Susan Hough with Sandi Doughton
In the first half of the twentieth century, when seismology was still in its infancy, renowned geologist Bailey Willis faced off with fellow high-profile scientist Robert T. Hill in a debate with life-or-death consequences for the millions of people migrating west. Their conflict centered on a consequential question: Is southern California earthquake country? Pasadena based research seismologist Susan Hough’s book, The Great Quake Debate: The Crusader, the Skeptic, and the Rise of Modern Seismology (University of Washington Press) tells the story of this debate, which took place as severe earthquakes in Santa Barbara and Long Beach caused scores of deaths and damage.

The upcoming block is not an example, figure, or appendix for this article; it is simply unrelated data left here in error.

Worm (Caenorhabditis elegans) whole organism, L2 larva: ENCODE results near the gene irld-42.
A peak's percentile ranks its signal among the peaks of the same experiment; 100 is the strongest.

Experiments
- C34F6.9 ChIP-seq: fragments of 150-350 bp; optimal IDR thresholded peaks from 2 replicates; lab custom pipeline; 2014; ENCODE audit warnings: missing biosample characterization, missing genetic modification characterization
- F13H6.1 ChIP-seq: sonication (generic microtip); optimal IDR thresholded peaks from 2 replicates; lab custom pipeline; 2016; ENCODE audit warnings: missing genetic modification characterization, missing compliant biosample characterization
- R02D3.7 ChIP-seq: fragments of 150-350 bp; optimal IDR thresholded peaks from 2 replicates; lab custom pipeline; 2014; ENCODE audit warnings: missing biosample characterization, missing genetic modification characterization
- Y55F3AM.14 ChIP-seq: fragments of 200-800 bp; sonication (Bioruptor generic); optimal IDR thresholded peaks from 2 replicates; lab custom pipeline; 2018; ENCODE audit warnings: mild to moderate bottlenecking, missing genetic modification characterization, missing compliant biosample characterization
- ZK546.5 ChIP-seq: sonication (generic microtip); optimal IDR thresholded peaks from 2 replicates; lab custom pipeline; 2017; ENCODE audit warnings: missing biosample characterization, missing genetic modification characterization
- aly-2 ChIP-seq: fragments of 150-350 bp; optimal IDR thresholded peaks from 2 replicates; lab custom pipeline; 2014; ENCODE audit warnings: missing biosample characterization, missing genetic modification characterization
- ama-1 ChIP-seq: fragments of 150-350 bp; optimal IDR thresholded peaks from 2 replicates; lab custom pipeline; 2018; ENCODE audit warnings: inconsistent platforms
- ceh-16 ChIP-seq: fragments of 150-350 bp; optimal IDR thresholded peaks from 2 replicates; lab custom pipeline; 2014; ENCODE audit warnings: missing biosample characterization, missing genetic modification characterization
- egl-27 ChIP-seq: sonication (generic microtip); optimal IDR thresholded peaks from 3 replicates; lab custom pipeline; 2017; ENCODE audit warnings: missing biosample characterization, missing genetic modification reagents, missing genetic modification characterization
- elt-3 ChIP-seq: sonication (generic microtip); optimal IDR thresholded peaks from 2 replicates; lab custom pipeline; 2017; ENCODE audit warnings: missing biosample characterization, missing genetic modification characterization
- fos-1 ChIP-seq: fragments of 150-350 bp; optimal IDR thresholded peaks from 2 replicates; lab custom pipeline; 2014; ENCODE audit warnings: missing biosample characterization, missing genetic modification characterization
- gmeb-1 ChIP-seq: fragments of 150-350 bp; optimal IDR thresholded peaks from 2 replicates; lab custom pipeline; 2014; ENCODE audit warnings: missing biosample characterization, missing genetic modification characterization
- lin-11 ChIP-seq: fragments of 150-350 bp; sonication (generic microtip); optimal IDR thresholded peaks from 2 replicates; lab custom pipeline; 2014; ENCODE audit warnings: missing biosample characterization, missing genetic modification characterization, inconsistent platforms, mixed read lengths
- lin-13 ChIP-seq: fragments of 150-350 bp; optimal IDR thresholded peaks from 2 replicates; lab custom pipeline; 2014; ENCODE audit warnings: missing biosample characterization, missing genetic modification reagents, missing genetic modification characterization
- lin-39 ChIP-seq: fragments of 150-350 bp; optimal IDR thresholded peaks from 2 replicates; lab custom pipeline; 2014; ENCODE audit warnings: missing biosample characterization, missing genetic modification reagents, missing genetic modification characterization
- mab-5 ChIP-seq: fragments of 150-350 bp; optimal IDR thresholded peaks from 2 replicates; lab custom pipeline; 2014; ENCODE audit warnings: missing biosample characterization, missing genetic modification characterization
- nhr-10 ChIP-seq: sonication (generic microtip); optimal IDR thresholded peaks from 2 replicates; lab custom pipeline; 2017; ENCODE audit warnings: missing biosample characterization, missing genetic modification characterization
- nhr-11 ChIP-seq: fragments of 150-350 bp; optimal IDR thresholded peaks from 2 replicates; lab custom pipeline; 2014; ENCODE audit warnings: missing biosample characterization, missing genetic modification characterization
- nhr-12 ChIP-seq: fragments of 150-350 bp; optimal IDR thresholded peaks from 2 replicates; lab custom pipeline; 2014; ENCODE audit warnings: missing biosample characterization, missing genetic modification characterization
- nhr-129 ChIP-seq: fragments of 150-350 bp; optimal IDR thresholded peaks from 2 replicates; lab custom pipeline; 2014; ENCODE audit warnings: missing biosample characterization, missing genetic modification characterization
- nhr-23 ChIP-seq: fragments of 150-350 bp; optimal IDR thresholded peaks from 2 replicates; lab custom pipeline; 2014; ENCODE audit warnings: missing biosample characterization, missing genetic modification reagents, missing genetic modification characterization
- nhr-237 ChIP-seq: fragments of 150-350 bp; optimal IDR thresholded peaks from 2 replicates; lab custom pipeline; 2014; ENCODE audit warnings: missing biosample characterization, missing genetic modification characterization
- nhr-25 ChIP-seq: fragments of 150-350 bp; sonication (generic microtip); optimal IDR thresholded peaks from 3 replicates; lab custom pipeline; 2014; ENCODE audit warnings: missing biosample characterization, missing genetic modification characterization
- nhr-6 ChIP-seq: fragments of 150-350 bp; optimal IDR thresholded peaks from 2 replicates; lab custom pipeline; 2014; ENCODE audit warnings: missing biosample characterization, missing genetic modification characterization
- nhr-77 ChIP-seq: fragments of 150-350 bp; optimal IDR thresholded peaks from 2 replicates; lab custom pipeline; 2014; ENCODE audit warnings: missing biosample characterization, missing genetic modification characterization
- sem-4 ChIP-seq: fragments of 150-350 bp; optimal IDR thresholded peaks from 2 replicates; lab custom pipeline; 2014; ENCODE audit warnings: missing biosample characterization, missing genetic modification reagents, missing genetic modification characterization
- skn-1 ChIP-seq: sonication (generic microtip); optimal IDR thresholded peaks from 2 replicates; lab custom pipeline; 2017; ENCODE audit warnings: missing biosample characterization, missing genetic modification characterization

The Great Quake Debate reflects some of the questions that scientists face today as they decide how to report bad news to communities. Susan Hough is also the author of Earthshaking Science: What We Know (and Don't Know) about Earthquakes and Richter's Scale: Measure of an Earthquake, Measure of a Man. She appears in conversation with Seattle Times reporter and science journalist, Sandi Doughton, author of Full-Rip 9.0: The Next Big Earthquake in the Pacific Northwest.
Co-presented by University of Washington Press and the Elliott Bay Book Company.